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Where are We Wednesday, Week 11: It’s time to take care of business

Considering Northwestern’s remaining schedule, failure to reach a bowl game, and maybe more, would be unacceptable.

NCAA Football: Purdue at Northwestern Caylor Arnold-USA TODAY Sports

About a month and a half ago, Northwestern’s back was against the wall.

Sitting at 1-3 and heading into what looked to be a brutal five-game gauntlet, the 2016 season was threatening to fall apart.

Then the Wildcats responded.

They rattled off three straight wins in often electrifying fashion before falling in close battles to two of the country’s 10 best teams. They put themselves in position for a division title, a position that seemed unfathomable just weeks earlier, before coming up short against Ohio State and Wisconsin.

Now it’s time to look to the future. And because Northwestern couldn’t pull off an upset during these last two weeks, combined with the unavoidable reality of that 1-3 September, the Wildcats aren’t in the clear just yet.

“Our backs are against the wall again,” said senior defensive lineman C.J. Robbins on Monday. “We have three more games, we need at least two more wins to make a bowl.”

Robbins is correct. Northwestern is 4-5, meaning it needs to beat at least two of Purdue, Minnesota and Illinois to get back to the postseason. Despite no longer having a realistic shot at the Big Ten West title, there is still so much to play for this season. Purdue and Illinois seem like the most likely candidates for those two wins, considering they have combined for a 3-9 conference record.

Really, there’s no reason why Pat Fitzgerald and his team shouldn’t win all three.

Fitzgerald will never say it, but the Wildcats are better than all three of their remaining opponents, and in the case of the Boilermakers and Fighting Illini, significantly so. Even Minnesota, which sits at 7-2 on the season, is a team Northwestern should beat (but doesn’t necessarily need to). The Gophers have lost to both decent teams they’ve played this season and are still starting Mitch Leidner at quarterback.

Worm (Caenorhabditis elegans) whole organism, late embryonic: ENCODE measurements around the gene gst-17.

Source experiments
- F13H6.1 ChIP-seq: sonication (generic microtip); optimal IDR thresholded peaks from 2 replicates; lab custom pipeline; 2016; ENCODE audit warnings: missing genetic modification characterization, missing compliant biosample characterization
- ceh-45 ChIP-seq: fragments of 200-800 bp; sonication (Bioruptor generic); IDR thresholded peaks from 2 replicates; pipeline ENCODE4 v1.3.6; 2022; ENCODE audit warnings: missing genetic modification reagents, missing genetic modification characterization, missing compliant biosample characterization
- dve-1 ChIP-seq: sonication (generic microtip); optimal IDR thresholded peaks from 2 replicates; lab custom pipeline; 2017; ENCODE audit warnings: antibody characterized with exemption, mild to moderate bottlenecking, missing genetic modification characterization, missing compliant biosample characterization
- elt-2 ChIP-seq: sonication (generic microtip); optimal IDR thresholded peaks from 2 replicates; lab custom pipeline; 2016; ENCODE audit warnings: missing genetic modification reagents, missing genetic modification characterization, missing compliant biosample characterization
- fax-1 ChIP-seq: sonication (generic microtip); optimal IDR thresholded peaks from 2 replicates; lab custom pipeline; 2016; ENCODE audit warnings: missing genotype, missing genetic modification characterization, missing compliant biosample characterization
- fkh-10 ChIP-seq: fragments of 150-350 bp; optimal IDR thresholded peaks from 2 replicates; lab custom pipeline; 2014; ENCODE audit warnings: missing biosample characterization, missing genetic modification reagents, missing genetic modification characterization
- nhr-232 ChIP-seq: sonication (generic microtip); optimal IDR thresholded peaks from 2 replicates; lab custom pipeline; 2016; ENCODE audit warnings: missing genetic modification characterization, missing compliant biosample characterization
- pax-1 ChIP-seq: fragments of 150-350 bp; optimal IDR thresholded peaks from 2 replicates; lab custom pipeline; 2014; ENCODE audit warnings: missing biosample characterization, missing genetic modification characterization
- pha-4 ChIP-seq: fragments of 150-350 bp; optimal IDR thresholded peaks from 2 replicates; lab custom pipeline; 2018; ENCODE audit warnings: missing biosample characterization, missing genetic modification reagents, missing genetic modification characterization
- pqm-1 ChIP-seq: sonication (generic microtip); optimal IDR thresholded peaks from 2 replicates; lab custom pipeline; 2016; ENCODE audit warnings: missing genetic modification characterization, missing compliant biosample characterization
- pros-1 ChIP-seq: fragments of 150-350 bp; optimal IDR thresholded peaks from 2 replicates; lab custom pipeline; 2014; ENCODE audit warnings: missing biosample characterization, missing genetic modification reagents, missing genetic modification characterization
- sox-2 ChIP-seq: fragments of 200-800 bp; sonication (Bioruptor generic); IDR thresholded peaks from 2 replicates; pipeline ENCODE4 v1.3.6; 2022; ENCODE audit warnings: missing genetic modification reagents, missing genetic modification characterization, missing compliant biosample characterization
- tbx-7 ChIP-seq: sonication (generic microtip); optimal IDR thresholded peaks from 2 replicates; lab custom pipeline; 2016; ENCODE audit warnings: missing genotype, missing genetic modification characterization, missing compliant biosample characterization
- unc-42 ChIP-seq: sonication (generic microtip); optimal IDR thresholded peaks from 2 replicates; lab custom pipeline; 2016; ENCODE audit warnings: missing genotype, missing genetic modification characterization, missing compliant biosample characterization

For the Wildcats to take care of business and win out, it all comes down to responding like they did earlier this season. They need to be frustrated by this two-game losing streak and go hard in practice to prepare to take that frustration out on three lesser opponents.

That starts on defense. After creating five turnovers during the three-game winning streak, Northwestern forced zero in its last two losses.

“That sense of urgency needs to raise on the defensive side of the ball,” Robbins said. “Our effort needs to go up, our playmaking needs to go up and we need to create turnovers for the offense so we can get points on the board and just get the thing rolling.”

Offensively, there’s no reason why the Wildcats can’t get back to the level they played at in early October. Justin Jackson, held to 118 yards the last two weeks, should surpass that total with ease against a nonexistent Purdue defense. Clayton Thorson will also almost certainly start to find his rhythm again, hitting Austin Carr repeatedly and spreading the ball around to his other receivers.

The onus is on Fitzgerald and the rest of his coaching staff, as well as every contributing player on the roster, to take these next three games seriously and finish the season on a positive note.

If Northwestern can do that, it will return to the postseason. For a program that hasn’t played in consecutive bowl games since 2011-12, that’s about all you can ask for after such an atrocious start.

Especially if the Wildcats can go on to win a bowl game, getting the job done over these next three weeks would say a lot about the resiliency of this team and create a great deal of positive momentum heading into the 2017 season.

Failure to do so, on the other hand, would be a major disappointment.